DVD Reviews: Hemsworth a Great Force in 'Thor'
Conti, Garrett, Tribune-Review/Pittsburgh Tribune-Review
One of the biggest surprises in the film industry over the past few years has been Kenneth Branagh taking on "Thor." The director has a specific background, and it's crowded with classic material from writers including Shakespeare. Branagh does an OK job with another Marvel character, but "Thor" isn't the best superhero picture. The latest Avenger addition gives the viewer the background on Thor, a powerful man not born of Earth. Thor is from Asgard, and he's sent to Earth as a punishment from his father for his reckless ways. On Earth, Thor learns to be a true hero, and develops new skills without the full use of his powers. When his home planet falls under attack, Thor is brought back to Asgard, and he is tasked with saving the day. With his new humility, Thor is an even greater force. Great visuals and some decent battle scenes lift "Thor," but, like its main character, this is one movie that is torn between two worlds. Ultimately, it leads to Thor's time on Asgard and Earth being underdeveloped. There are moments on both landscapes, but never enough to become attached. One other positive of the film is Chris Hemsworth, who plays the Thor. He carries the role superbly with his physicality, and Anthony Hopkins, Natalie Portman, Idris Elba and Tom Hiddleston help in support. The combo pack -- featuring Blu-ray and standard DVD -- is the best buy for consumers. A ton of featurettes covers every inch of the film, and there`s also a preview for the upcoming Avengers film. A handful of deleted scenes with commentary, and Branagh commentary are included. PG-13; 2011. 2.5 Stars.
"Old Joy" (2006) and "Wendy and Lucy" (2008) established filmmaker Kelly Reichardt as a force on the independent stage, but "Meek`s Cutoff" just might propel her over the top. It is a film about three families and a hired guide getting lost on a voyage over the Cascade Mountains on the Oregon Trail. When the guide (Bruce Greenwood in a memorable role) decides to take a shortcut, the group soon comes to the realization that they are lost. With that, the road gets rougher with a lack of water and an Native American who is suddenly tracking them. When the guide and another member of the travel party capture the tracker, the group struggles with what to do with him. So, they decide to use him to lead them to water. As time goes by, members of the group begin to trust in the tracker more than their guide, and it leads to a tension-filled trip. Like other Reichardt films, this film moves at a slow pace, but does wonders in developing the characters and storytelling through experience. In this case, it's an arduous experience, but it's one that leads the viewer into a fantastic home stretch that's just astonishing. Extras consisting of just an average making-of featurette with no interviews. PG; 2011. 3.5 Stars.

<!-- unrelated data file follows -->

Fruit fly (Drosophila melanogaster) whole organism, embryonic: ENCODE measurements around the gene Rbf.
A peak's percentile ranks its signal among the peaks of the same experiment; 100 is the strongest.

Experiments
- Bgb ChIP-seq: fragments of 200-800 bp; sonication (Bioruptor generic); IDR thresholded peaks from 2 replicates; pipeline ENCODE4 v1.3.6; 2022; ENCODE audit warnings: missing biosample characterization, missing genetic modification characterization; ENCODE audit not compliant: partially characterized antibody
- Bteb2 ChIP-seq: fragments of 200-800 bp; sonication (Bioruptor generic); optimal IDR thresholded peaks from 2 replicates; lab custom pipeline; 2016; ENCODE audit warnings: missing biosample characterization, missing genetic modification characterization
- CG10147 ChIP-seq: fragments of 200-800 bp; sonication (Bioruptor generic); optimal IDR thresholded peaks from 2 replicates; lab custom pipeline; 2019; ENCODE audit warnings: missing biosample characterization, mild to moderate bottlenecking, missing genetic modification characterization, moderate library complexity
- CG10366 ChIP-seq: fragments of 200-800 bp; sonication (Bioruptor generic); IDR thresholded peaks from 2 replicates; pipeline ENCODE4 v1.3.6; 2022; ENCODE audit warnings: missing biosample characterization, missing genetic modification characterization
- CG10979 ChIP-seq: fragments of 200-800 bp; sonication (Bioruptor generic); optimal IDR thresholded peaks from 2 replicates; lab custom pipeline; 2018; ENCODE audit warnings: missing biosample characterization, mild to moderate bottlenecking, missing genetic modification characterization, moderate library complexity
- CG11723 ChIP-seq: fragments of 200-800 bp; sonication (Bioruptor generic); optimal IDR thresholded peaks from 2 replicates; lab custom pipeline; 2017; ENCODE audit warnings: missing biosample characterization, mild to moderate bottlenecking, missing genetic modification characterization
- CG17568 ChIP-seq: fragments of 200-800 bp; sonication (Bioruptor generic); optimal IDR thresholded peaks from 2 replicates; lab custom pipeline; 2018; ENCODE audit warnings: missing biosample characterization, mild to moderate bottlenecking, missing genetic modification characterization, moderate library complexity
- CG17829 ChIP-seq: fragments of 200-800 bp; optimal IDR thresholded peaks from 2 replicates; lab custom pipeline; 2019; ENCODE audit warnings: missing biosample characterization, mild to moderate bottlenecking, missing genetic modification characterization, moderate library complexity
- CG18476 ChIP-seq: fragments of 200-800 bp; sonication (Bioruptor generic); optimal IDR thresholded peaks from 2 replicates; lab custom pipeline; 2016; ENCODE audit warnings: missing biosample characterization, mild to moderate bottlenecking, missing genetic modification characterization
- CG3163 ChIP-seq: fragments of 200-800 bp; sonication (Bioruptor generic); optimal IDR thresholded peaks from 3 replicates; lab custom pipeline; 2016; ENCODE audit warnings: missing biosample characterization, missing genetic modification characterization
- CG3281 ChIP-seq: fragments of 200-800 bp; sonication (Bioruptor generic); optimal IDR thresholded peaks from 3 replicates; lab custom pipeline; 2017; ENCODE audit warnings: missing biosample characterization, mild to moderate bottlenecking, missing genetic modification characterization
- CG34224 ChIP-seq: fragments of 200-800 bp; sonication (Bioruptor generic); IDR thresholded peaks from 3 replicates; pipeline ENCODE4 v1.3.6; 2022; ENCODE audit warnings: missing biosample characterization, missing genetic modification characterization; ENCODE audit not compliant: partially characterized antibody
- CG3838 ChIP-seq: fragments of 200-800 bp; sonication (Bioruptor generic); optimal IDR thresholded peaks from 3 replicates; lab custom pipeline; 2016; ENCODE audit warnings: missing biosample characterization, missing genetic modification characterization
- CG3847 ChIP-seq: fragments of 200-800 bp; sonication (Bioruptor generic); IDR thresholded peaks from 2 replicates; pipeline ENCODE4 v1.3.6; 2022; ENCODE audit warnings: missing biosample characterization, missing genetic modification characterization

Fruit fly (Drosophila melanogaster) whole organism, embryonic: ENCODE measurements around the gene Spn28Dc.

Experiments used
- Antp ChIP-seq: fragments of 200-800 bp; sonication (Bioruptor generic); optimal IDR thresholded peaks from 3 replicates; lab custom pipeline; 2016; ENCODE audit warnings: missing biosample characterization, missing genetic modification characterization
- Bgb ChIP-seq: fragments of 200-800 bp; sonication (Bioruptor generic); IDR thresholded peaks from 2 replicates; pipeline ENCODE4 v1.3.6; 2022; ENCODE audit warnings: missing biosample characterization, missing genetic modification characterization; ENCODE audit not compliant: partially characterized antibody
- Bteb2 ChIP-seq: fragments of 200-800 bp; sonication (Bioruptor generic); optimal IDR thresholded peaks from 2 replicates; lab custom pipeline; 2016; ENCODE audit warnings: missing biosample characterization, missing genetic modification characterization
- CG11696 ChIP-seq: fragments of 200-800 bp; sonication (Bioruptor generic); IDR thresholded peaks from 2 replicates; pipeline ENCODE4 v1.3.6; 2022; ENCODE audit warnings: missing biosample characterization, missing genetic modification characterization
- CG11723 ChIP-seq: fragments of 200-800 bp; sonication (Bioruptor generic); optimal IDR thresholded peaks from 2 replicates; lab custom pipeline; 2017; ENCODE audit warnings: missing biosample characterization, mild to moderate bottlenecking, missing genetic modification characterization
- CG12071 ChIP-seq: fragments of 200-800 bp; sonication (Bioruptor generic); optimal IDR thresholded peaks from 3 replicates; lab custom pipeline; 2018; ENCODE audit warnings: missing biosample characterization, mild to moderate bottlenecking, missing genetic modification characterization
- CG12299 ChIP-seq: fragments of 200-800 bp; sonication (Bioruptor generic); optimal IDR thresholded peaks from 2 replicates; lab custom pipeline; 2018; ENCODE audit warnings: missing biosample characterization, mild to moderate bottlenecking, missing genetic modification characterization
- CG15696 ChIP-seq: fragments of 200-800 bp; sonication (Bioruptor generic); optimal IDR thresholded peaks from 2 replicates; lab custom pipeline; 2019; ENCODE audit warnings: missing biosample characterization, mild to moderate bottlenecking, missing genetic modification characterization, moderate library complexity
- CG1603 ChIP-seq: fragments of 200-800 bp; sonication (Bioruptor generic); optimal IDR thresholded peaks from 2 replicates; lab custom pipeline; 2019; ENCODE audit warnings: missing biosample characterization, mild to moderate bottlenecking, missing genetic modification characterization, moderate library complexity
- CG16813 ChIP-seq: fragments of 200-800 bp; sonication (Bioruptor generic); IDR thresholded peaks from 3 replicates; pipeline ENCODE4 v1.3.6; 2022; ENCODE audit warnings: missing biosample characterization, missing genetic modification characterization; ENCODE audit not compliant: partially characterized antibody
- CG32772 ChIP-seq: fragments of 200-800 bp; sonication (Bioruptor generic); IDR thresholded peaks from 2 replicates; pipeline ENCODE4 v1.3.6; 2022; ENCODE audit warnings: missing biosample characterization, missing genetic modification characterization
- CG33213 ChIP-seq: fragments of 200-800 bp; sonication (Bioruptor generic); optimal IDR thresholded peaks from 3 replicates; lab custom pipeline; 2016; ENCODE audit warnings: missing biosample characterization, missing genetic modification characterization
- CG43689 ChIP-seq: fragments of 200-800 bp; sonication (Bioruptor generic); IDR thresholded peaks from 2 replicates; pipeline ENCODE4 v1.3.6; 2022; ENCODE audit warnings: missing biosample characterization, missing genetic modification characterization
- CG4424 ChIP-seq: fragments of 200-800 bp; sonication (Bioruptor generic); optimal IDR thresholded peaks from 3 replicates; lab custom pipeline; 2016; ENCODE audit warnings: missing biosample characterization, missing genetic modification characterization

'Conan O'Brien Can't Stop'
This film by Rodman Flender is about what O'Brien did between losing his NBC gig at "The Tonight Show" and landing another show on TBS. Basically, that time is spent putting on a stage show filled with a comedic monologue, a couple of bits, musical numbers and guests. O'Brien played to sellout crowds in numerous cities. Flender's doc starts at the end of the NBC run, as O'Brien gathers his people to put together the show. So, the viewer is in on the planning stages and the whole run of the show. The stage performances play a key part in the documentary, but where this one stands out is getting to know O'Brien. Flender was granted incredible access, and the viewer is given a personal look at O'Brien, good and bad. The comedian is also candid in discussing NBC, and that's another boon for this wonderfully fresh documentary that has an even amount of intriguing and hilarious moments. Special features are decent, and the additional interview outtakes and deleted scenes, found with most documentaries, are on the menu. …